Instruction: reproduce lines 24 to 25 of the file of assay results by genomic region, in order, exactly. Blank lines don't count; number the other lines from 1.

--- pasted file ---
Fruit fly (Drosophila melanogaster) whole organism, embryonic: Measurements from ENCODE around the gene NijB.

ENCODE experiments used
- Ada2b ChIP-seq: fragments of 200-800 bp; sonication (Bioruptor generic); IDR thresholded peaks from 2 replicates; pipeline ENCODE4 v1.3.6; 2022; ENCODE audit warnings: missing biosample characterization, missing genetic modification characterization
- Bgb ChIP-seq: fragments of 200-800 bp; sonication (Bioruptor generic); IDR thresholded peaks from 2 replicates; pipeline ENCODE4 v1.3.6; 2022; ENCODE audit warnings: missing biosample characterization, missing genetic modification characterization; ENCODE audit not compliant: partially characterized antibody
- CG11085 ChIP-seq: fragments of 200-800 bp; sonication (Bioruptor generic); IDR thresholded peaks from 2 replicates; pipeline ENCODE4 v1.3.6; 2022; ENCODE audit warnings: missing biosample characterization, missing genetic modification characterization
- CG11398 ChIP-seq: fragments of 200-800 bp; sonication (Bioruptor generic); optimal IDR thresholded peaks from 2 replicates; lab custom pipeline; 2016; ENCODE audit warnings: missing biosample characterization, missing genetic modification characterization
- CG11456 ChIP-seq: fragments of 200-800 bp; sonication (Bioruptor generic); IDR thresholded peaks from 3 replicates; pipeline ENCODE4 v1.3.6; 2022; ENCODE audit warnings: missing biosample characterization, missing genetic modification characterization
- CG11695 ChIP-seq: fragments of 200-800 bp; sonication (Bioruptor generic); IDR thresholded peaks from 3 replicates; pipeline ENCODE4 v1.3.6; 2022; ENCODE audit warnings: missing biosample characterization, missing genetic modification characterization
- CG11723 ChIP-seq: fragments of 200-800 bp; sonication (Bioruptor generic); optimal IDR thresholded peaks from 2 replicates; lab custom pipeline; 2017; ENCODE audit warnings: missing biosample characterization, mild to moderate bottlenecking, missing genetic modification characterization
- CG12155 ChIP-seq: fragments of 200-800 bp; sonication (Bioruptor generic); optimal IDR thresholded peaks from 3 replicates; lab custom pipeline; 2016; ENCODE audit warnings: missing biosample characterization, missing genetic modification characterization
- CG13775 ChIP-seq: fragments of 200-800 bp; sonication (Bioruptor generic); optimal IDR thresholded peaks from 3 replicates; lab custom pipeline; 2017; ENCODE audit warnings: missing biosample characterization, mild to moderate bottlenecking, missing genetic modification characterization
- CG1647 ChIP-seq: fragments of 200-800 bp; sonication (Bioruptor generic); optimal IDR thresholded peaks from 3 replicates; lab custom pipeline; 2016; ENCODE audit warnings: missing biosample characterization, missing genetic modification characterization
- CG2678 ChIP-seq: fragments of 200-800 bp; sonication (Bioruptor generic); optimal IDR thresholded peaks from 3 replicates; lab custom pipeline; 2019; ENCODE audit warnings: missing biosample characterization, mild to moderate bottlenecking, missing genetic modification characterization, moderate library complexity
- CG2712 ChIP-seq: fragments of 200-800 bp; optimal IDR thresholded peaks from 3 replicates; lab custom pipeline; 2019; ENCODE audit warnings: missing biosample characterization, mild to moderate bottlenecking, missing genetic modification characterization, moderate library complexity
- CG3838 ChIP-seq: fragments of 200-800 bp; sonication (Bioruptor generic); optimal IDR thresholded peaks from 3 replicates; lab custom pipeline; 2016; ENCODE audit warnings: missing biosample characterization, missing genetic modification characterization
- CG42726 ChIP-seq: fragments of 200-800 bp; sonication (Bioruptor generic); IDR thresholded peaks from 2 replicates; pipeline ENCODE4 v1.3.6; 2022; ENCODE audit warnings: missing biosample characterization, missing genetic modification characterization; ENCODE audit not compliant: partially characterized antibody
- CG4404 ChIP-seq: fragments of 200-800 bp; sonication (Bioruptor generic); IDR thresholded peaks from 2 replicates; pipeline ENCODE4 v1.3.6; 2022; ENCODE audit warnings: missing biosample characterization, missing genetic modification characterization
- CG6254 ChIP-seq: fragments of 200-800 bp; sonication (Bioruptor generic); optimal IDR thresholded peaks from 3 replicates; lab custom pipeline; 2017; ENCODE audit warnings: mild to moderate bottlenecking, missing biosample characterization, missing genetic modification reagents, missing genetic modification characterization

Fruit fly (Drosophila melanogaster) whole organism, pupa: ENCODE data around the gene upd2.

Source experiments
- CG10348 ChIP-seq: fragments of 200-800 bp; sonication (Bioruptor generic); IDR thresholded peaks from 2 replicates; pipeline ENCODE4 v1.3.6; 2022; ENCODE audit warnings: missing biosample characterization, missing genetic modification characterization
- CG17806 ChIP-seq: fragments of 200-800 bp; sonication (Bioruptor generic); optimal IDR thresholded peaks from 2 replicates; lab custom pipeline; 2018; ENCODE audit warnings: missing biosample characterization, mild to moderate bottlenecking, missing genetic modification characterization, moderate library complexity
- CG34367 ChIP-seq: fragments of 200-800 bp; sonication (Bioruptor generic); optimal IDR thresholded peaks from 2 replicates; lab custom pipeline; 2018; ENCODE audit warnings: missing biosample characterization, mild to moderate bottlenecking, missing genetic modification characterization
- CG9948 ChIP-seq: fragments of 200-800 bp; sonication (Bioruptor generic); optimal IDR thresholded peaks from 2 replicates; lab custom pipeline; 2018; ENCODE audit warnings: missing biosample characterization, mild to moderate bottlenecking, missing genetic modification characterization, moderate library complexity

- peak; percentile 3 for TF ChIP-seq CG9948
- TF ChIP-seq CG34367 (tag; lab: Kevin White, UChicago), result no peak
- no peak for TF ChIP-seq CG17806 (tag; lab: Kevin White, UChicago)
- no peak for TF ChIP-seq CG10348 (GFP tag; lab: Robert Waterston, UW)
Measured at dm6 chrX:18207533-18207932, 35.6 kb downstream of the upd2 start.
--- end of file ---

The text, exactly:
- CG9948 ChIP-seq: fragments of 200-800 bp; sonication (Bioruptor generic); optimal IDR thresholded peaks from 2 replicates; lab custom pipeline; 2018; ENCODE audit warnings: missing biosample characterization, mild to moderate bottlenecking, missing genetic modification characterization, moderate library complexity

- peak; percentile 3 for TF ChIP-seq CG9948